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Trap design, colors, and lures for emerald ash borer detectionAuthor(s): Therese M. Poland; Toby R. Petrice; Tina M. Ciaramitaro
Source: Frontiers in Forests and Global Change. 2: 80. 11 p.
Publication Series: Scientific Journal (JRNL)
Station: Northern Research Station
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DescriptionThe emerald ash borer, Agrilus planipennis, is the most damaging invasive forest insect pest ever to have invaded North America. It is native to Asia and is established in the United States, Canada, European Russia and Ukraine where it threatens native ash across North America and Europe. We evaluated trap designs, colors, and lures for A. planipennis detection at sites with varying infestation levels. Purple or green sticky prism traps and multiple funnel traps hung in the canopy of ash trees and double-decker traps (consisting of two sticky prisms attached to a 3m vertical pole at 3m and 1.8m above ground) had high detection rates even at sites with very low infestation levels. At a low infestation site, females were more attracted to dark purple sticky prism traps hung in the canopy and toManuka oil and Phoebe oil lures than to light green sticky prismtraps or cis-3-hexenol lures; whereas, males were more attracted to light green sticky prism traps in the canopy and cis-3-hexenol lures than to dark purple sticky prism traps or Manuka and Phoebe oil lures.Moremales and females were captured in double-decker traps with dark green upper prisms and light purple lower prisms, baited with cis-3-hexenol, than in double-decker traps with dark purple upper and lower prisms. Dark green funnel traps and double-decker traps with dark green upper and light purple lower prisms baited with cis-3-hexenol lures captured more females than dark green sticky prism traps hung in the canopy at sites with very low infestation levels. Detection rates were similar among trap types and ranged from 75 to 80% for dark green sticky prism traps, 82.5–100% for dark green funnel traps, and 100% for double-decker traps with dark green upper and light purple lower prisms at sites with very low A. planipennis infestations. Cost, ability to reuse the traps, and ease of deployment varies among trap types. These and other factors including trap placement, host density and condition should be considered in selecting traps and designing operational surveys. Future research is needed to determine effective trapping radius, relationship of trap catches to population density, cost benefit of different trap types, and optimal deployment strategy. Greater numbers of A. planipennis captured and higher detection rates in cis-3-hexenol-baited double-decker traps with dark green upper prisms and light purple lower prisms and in dark green funnel traps compared to dark green prism traps at sites with very low infestation levels, suggest these trap types would be most effective for operational detection surveys.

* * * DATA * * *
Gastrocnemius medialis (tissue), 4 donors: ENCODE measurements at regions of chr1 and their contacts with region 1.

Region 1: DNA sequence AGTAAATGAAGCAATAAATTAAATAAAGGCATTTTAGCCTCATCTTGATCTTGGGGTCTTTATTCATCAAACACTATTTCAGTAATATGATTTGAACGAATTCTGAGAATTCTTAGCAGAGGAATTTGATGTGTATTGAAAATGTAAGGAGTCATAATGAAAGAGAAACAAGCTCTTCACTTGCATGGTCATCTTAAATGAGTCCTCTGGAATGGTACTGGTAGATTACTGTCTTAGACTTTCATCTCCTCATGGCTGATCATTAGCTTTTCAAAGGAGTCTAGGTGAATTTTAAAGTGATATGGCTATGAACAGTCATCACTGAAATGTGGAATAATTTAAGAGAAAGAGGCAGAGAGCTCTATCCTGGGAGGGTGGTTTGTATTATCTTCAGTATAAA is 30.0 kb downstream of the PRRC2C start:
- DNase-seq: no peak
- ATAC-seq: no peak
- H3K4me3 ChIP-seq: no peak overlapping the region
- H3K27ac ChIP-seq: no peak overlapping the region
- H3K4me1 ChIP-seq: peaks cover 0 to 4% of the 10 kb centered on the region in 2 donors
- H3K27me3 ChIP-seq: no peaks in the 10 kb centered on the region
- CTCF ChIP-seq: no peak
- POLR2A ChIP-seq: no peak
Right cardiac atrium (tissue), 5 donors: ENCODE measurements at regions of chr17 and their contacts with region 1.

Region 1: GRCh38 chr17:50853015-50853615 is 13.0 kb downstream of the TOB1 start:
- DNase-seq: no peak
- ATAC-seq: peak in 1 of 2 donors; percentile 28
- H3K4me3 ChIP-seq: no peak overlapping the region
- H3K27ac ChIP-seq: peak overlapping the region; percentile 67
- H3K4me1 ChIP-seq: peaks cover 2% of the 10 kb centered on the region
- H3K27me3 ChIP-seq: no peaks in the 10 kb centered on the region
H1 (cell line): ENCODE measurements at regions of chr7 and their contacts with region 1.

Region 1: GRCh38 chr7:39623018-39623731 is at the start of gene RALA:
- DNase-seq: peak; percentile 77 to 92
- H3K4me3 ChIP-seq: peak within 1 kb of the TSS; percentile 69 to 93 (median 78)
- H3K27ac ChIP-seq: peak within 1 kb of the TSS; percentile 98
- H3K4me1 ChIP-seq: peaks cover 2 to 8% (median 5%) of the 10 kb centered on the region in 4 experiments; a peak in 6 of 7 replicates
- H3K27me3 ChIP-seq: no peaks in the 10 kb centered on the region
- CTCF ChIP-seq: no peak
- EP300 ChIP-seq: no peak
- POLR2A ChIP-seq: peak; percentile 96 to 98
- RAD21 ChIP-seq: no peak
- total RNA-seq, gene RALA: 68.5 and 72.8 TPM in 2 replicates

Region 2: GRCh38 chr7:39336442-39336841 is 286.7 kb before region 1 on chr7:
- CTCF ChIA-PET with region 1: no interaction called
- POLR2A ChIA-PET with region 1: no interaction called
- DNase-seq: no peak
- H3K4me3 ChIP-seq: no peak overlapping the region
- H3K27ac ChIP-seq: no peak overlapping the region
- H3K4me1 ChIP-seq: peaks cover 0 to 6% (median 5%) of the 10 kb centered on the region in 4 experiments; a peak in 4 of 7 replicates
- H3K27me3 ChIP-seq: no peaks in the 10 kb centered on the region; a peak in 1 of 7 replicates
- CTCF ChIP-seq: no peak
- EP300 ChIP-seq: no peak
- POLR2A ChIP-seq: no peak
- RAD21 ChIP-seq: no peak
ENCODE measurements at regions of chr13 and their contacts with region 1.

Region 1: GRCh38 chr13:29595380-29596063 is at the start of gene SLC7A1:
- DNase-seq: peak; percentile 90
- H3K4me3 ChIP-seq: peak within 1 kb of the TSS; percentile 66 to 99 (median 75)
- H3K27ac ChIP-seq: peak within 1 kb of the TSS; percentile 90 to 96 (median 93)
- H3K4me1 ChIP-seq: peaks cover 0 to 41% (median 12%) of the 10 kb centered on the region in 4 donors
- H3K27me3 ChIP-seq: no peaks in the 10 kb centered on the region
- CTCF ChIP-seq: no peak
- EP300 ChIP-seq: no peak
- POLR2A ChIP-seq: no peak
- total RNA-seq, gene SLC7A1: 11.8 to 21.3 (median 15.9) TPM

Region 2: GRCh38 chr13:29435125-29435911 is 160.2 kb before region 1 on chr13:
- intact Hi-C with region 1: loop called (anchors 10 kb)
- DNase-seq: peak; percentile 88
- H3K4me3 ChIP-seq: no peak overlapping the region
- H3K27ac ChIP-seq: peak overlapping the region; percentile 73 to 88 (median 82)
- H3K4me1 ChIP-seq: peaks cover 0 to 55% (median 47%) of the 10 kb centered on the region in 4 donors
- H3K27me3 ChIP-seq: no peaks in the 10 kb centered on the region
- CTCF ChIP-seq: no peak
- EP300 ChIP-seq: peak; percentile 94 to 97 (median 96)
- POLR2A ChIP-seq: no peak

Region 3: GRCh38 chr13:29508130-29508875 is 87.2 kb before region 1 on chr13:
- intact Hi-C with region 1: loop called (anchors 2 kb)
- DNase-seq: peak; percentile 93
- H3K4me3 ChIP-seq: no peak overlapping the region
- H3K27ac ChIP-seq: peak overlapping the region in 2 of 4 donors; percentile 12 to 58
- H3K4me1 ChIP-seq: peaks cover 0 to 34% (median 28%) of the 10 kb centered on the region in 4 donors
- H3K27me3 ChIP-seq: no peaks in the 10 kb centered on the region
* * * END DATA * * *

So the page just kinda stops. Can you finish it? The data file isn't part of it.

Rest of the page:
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CitationPoland, Therese M.; Petrice, Toby R.; Ciaramitaro, Tina M. 2019. Trap design, colors, and lures for emerald ash borer detection. Frontiers in Forests and Global Change. 2: 80. 11 p.https://doi.org//10.3389/ffgc.2019.00080.
KeywordsAgrilus planipennis, invasive species, early detection, multiple funnel trap, prism trap, double-decker trap, color, cis-3-hexenol
- Comparison Of trap types and colors for capturing emerald ash borer adults at different population densities
- Captures of Emerald Ash Borer (Agrilus planipennis) Adults in Post-Invasion White Ash Sites with Varying Amounts of Live Phloem
- Effects of trap type, placement and ash distribution on emerald ash borer captures in a low density site
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